McGregor alleges five claims in the Amended Complaint: (1) a § 1983 excessive force claim against Deputy Sapp; (2) a § 1983 deprivation of constitutional rights claim against Kitsap County (Monell claim); (3) a negligence claim against Deputy Sapp; (4) a negligent hiring, training, and supervision claim against Kitsap County, Sheriff Simpson, and former Sheriff Boyer; and (5) a respondeat superior claim against Kitsap County. See Dkt. 8.[1] Defendants argue that McGregor's claims, with the exception of the excessive force claim against Deputy Sapp and the Monell claim against Kitsap County, must be dismissed as a matter of law. Dkt. 26 at 1.

         A. The motion to dismiss is timely.

         McGregor argues that Defendants' motion to dismiss is untimely because it was not filed within the twenty-one day window to file a responsive pleading under Fed.R.Civ.P. 12. Dkt. 24 at 5. McGregor's characterization of the motion to dismiss as a responsive pleading is erroneous. See Fed.R.Civ.P. 7(a) (listing the types of pleadings allowed). Because Defendants' filed their motion to dismiss prior to filing a responsive pleading, it is timely. See Fed.R.Civ.P. 12(b) (“A motion asserting any of these defenses must be made before pleading if a responsive pleading is allowed.”).

         B. McGregor's negligence claim against Deputy Sapp is plausible as pled.

         Defendants argue that McGregor cannot establish her negligence claim because Deputy Sapp had no duty as a law enforcement officer not to shoot McGregor. Dkt. 23 at 9. McGregor contends that law enforcement's assurances that she would not be harmed created a special relationship, and that Deputy Sapp negligently breached the duty imposed by this special relationship by shooting her when she emerged from behind the woodpile.

         “As a general rule, law enforcement activities are not reachable in negligence.” Keates v. City of Vancouver, 869 P.2d 88, 93 (Wash.Ct.App. 1994). The public duty doctrine recognizes that the duty of officers to provide protection is normally owed to the public at large and is unenforceable as to individual members of the public. Thomas v. Cannon, No. 3:15-05346 BJR, 2017 WL 2289081, at *14 n.7 (W.D. Wash. May 25, 2017). “An exception to the public duty doctrine provides that if a ‘special relationship' exists between the public officer and the plaintiff, a duty owed to the individual may arise. [ ] Specifically, an actionable duty to provide police services will arise if . . . there are explicit assurances of protection that give rise to reliance on the part of the victim.” Id.; see also Hamilton v. City of Olympia, 687 F.Supp.2d 1231, 1248 (W.D. Wash. Sep. 8, 2009). To create a special relationship between police officer and citizen, Washington law requires direct contact setting the citizen apart from the general public, and ‘express assurances' of assistance that give rise to a justifiable reliance on the part of the citizen.” Beal v. City of Seattle, 954 P.2d 237, 244-45 (Wash.Ct.App. 1998). “[A]n actionable duty to provide police services can arise if all these requirements are met.” Id. at 245.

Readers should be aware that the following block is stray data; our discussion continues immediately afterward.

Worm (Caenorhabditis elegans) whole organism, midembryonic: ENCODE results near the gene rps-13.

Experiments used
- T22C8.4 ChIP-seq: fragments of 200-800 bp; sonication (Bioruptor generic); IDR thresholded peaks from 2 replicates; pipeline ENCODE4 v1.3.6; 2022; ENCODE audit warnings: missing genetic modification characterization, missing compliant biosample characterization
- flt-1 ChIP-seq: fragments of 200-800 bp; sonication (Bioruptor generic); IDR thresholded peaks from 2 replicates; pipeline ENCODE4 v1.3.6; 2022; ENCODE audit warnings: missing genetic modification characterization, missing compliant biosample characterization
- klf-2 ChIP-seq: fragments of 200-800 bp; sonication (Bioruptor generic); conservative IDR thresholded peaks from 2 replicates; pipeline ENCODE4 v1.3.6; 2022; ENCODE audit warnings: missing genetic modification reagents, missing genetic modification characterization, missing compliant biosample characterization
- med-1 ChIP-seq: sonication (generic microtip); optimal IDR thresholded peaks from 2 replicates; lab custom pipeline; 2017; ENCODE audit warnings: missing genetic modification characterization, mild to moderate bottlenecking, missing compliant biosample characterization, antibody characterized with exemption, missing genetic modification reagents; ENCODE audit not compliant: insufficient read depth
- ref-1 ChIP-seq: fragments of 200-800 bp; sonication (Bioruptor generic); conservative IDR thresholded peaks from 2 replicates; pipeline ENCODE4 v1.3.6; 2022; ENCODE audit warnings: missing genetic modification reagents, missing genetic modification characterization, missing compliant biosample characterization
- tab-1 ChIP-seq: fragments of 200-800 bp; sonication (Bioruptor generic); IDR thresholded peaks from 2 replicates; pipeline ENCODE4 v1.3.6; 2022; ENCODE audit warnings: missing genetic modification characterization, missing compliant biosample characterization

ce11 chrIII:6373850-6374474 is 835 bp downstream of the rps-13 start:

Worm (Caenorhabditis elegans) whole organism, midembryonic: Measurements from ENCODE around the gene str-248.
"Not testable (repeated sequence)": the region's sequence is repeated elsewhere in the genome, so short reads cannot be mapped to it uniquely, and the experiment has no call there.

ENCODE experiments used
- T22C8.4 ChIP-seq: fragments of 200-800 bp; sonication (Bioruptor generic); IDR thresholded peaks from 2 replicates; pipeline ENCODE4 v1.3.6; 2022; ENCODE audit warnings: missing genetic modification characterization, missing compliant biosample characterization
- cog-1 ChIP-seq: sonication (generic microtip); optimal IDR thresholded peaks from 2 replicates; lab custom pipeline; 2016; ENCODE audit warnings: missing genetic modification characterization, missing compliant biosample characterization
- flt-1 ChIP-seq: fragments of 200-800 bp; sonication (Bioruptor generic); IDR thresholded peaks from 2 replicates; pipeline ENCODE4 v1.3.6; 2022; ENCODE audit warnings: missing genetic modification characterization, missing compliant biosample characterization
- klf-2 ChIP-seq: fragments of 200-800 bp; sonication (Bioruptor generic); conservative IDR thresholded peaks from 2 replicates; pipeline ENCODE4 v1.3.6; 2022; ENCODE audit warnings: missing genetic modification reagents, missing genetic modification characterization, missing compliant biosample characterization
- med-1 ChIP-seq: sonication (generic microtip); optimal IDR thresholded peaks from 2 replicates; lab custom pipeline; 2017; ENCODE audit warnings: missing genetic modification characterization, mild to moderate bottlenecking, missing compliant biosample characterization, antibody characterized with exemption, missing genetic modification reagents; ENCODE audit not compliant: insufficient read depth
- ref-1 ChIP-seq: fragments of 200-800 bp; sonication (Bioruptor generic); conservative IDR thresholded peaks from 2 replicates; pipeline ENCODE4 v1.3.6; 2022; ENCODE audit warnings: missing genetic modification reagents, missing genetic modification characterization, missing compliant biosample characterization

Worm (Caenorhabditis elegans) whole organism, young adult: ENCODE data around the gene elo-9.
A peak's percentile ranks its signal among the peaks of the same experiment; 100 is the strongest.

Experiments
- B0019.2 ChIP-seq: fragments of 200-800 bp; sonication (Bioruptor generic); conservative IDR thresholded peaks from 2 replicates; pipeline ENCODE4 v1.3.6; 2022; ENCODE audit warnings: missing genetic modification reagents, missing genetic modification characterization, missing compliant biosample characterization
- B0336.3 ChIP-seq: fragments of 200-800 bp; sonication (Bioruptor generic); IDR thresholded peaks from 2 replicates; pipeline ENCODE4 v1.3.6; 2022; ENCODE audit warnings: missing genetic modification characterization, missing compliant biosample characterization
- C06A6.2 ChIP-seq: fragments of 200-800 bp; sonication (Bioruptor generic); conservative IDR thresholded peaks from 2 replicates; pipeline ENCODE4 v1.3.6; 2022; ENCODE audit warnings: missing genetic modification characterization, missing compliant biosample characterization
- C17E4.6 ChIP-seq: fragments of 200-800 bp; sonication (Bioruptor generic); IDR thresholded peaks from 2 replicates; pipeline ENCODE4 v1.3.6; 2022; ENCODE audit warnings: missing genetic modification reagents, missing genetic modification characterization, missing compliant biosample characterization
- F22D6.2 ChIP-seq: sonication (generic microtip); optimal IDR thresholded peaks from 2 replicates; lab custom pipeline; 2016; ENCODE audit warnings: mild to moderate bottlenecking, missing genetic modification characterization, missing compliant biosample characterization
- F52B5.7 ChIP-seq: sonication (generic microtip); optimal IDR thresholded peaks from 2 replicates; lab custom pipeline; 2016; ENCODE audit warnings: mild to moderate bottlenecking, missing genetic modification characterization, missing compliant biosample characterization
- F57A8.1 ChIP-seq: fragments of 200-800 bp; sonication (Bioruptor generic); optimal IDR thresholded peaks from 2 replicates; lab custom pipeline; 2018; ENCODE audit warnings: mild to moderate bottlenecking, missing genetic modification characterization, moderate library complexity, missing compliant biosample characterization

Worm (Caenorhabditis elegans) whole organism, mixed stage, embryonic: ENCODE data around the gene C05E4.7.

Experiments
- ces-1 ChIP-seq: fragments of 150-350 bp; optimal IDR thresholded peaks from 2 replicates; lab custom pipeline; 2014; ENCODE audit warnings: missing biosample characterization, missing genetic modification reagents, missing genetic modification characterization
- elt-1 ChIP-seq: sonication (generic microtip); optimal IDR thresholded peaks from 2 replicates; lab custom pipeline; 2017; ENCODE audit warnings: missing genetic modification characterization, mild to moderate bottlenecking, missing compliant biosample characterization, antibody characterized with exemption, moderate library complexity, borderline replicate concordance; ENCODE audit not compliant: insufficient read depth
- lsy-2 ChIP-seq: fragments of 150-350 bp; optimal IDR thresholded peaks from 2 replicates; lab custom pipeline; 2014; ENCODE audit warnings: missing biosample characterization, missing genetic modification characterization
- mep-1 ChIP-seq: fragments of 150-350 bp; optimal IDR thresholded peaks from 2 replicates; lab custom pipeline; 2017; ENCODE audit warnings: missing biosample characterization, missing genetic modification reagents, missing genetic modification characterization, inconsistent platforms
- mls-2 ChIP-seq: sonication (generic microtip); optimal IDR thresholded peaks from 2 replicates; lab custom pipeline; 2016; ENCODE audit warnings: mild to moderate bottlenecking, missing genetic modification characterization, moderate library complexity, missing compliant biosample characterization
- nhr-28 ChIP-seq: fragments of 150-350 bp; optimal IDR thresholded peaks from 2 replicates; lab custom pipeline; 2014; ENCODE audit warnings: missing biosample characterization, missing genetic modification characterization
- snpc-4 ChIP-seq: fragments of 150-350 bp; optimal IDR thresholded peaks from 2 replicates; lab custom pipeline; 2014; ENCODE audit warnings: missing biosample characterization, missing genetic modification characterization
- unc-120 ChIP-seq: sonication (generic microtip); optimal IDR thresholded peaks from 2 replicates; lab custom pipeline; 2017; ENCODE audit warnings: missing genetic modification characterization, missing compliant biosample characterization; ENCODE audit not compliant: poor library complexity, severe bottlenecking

McGregor has pled sufficient facts suggesting that she was assured that she would not be harmed and could speak with her husband if she emerged from behind the wood pile unarmed. Because this claim may benefit from additional factual development and argument by the parties, the Court will not dismiss the negligence claim against Deputy Sapp at this early stage of ...